Thursday, December 17, 2015

U.S. Navy seeks injunction to prevent document release

Ed Friedrich, Kitsap (Washington) Sun
17 December 2015
The Navy has sued Kitsap County to try to prevent it from releasing Naval Base Kitsap-Bangor emergency plans.
In January, Glen Milner asked Kitsap County Emergency Management for records regarding potential consequences of a radiological accident at the submarine base and planned responses to it. The Kitsap Sun, researching a project about a major earthquake, piggybacked on the request in October.
In denying the request, the Navy has said it will inform residents how to respond if a catastrophic incident unfolds.
The emergency response plan was created and is held by the county but contains information the Navy says has national security implications. The Navy and county, guided by different public disclosure laws, disagree on what information can be shared. County attorneys believe they're legally obligated to provide documents that the Navy says can't be released. The clash got to a point in June
when the U.S. attorney's office in Seattle, representing the Navy, threatened deputy prosecuting attorneys Alex Foster and Shelley Kneip with criminal and civil prosecution.
The county informed the Navy that it would release the records if the Navy didn't get a court order by Wednesday.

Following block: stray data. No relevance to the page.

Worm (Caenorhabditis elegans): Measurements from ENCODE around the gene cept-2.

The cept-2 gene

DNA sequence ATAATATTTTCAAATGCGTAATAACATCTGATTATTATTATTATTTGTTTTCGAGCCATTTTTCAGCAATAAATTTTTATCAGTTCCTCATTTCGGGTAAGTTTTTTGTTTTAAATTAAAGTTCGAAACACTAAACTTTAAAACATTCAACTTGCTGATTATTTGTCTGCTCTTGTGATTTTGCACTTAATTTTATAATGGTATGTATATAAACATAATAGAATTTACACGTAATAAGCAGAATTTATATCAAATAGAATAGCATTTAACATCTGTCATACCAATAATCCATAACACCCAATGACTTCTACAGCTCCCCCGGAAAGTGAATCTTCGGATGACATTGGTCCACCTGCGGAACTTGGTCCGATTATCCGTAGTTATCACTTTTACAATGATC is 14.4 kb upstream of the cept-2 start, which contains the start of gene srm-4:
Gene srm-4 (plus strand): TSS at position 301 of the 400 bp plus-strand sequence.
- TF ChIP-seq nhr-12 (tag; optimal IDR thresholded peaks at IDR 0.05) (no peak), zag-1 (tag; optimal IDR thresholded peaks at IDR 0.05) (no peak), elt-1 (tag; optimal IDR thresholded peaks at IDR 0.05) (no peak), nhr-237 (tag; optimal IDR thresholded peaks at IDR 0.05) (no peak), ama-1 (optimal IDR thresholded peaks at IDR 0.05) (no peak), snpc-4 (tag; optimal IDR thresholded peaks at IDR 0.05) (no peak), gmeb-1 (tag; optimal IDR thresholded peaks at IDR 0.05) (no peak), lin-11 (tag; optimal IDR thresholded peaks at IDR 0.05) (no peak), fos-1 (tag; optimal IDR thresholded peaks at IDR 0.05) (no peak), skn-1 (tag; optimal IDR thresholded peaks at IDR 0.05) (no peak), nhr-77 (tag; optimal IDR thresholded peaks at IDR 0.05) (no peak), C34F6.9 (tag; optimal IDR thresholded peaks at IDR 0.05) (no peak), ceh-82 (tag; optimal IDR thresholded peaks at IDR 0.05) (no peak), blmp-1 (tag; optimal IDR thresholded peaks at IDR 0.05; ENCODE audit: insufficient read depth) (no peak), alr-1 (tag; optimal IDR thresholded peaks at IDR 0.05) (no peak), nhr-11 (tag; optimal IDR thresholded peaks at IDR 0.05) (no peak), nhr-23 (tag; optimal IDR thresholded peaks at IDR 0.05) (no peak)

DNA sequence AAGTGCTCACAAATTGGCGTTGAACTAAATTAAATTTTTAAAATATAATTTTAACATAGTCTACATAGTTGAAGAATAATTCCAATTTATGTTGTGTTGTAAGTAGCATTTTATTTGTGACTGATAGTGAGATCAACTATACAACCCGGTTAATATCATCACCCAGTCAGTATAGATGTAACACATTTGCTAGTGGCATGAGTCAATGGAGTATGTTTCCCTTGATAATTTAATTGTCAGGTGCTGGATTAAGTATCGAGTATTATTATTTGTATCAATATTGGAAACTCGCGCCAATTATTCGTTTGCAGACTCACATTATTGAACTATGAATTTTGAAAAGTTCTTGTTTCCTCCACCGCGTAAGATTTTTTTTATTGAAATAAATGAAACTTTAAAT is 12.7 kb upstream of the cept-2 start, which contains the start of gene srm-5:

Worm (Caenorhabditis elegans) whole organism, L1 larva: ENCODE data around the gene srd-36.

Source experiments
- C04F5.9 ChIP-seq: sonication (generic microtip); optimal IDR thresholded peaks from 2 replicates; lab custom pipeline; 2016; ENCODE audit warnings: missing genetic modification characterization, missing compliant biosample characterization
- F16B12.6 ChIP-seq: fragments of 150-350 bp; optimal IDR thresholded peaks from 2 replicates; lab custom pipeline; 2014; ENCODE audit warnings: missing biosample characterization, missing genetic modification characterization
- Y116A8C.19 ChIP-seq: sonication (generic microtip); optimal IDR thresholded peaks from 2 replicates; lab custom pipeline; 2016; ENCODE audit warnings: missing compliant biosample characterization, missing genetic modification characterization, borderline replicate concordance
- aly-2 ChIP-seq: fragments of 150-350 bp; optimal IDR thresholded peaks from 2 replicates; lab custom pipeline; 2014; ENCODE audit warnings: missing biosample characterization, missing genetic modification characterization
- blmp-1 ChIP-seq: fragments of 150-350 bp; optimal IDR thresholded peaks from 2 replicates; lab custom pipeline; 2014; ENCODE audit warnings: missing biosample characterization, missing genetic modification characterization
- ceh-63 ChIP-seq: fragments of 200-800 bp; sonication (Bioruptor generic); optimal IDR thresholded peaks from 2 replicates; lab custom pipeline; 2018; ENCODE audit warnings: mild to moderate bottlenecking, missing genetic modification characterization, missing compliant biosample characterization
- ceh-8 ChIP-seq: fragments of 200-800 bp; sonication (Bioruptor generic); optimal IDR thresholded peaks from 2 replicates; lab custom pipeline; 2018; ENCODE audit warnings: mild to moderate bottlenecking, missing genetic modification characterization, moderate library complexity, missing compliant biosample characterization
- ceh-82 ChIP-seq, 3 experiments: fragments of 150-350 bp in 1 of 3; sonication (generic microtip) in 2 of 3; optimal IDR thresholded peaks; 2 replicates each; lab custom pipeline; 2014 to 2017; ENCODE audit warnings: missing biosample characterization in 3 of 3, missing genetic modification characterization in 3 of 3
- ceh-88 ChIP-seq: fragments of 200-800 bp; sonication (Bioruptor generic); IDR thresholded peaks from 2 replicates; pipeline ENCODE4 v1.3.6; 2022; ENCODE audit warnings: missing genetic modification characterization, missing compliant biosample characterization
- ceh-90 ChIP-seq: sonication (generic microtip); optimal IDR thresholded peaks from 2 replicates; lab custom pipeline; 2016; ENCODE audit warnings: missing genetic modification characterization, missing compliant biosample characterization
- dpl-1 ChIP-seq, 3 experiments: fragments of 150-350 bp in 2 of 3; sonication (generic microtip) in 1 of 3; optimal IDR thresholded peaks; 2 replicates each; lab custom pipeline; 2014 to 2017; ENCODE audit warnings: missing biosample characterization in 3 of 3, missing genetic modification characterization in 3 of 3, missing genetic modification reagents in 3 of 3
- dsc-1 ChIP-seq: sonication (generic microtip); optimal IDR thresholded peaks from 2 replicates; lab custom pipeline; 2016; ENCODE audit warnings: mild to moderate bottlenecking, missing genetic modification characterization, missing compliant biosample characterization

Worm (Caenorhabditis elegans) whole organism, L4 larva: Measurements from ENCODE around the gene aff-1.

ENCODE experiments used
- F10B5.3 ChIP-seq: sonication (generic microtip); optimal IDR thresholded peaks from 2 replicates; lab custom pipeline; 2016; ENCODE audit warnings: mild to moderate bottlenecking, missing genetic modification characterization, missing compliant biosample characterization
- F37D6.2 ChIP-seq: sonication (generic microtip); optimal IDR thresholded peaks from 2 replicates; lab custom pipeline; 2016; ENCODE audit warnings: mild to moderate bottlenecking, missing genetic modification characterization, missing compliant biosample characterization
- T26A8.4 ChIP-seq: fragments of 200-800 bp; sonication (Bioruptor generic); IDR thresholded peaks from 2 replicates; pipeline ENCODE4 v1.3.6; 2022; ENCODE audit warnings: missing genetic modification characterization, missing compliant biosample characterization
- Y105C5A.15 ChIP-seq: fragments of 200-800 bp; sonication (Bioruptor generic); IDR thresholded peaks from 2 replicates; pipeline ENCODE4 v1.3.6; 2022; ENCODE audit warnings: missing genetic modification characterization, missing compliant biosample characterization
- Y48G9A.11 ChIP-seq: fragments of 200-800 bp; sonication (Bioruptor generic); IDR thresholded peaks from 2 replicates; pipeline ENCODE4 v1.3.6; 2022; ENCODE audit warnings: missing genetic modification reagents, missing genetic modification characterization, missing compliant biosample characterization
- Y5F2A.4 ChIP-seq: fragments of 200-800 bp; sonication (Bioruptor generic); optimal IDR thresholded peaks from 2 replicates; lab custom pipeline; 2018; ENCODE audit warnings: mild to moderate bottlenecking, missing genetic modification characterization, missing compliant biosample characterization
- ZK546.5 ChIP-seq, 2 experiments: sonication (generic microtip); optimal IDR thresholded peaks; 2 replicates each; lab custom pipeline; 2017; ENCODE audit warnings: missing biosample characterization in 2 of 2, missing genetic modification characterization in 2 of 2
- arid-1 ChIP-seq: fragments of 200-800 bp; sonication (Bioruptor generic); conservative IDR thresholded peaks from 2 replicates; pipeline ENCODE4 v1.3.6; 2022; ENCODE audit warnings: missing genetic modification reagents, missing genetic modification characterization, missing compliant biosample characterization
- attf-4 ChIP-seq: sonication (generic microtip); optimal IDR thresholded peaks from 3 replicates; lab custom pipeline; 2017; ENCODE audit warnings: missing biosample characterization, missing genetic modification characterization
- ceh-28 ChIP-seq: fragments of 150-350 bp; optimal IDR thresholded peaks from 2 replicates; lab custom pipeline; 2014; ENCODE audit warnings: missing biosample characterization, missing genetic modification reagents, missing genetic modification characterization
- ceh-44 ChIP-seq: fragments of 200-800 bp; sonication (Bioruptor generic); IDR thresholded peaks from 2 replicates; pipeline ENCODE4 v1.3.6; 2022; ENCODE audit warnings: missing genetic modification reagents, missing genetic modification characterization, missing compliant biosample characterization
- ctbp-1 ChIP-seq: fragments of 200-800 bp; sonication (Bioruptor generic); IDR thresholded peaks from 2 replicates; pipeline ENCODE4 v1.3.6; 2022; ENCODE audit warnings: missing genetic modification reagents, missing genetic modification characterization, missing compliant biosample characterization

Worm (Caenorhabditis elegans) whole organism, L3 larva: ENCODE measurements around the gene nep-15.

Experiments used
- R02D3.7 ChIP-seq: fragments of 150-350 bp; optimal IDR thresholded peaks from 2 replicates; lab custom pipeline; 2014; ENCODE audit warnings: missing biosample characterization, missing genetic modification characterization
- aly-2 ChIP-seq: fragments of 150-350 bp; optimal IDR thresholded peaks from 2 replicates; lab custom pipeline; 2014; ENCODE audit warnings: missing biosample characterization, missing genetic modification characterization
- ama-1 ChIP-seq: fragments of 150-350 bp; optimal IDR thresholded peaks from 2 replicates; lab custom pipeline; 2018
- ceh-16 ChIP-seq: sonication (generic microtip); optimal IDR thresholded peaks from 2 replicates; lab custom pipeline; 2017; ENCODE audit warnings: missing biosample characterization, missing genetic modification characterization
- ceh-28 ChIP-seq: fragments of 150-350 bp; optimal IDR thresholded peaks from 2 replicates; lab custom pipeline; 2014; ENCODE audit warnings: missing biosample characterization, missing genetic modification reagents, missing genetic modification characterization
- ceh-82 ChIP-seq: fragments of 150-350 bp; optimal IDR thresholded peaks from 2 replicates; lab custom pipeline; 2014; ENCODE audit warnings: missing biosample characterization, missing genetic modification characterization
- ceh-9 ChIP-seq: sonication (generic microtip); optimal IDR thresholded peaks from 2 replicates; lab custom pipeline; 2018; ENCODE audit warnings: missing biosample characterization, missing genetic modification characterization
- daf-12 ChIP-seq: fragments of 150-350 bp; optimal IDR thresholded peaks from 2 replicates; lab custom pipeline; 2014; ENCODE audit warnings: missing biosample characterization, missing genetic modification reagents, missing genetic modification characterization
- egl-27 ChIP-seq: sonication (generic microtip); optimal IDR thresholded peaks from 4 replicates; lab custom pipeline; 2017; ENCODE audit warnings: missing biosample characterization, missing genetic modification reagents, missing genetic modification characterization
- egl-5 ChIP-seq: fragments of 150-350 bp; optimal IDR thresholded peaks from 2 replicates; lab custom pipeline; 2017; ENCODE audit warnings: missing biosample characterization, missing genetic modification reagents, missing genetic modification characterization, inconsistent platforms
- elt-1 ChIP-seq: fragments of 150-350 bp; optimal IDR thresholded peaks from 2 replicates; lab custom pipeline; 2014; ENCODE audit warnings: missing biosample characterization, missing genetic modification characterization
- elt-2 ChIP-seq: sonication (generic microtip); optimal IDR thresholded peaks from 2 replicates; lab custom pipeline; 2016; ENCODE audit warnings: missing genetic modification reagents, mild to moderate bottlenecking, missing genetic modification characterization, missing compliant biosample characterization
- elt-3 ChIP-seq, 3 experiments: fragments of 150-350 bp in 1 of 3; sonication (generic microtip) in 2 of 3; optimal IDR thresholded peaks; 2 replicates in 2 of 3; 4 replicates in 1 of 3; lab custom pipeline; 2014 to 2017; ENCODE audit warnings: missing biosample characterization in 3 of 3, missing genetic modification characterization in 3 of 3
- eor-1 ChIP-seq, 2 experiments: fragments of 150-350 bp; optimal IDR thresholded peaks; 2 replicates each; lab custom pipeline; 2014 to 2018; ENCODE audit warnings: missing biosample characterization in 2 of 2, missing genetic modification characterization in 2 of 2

The Navy filed the complaint Monday in U.S. District Court in Tacoma. The court Tuesday issued a temporary restraining order prohibiting the county from releasing the records and scheduled a preliminary injunction hearing Dec. 24.
Foster said the county is determining its next move.
"We're still in the process of reviewing and considering what our options are and what we will do next," she said.
The 18-page complaint lays out the Navy's arguments why the state's mandatory disclosure provisions don't apply to the documents in dispute. The Navy claims the information — which Kitsap Emergency Management obtained participating in exercises at Bangor — was only to be used for the exercises and couldn't be disclosed without the Navy's consent. The information is covered by federal laws prohibiting disclosure of unclassified nuclear information and critical infrastructure security information. And the state's public records act exempts security information from mandatory public disclosure, the Navy says.
Information the Navy seeks to protect regards plans for responding to nuclear weapons accidents and incidents, the names of federal employees with special knowledge and expertise, convoy routes for nuclear-capable missiles and warheads, and incident response force information, according to the lawsuit. Bangor is home to eight Ohio-class submarines that are capable of launching Trident ballistic missiles.
None of that information would need to be included in a radiological accident plan that instructs the public where to listen for information, how and when to shelter in place, and how, when and where to evacuate.
"It is clear that the Navy intends to have complete control of information," said Milner, a Seattle peace activist associated with Poulsbo's Ground Zero Center for Nonviolent Action. "The Navy wishes to determine what the public should know."
The county contends that releasing only information approved by the Navy would be considered an incomplete document under state law and expose it to penalties.
"I am hoping that the Navy and the county will share their emergency response plans with the public," Milner said. "Obviously, the Navy does not want this to happen."

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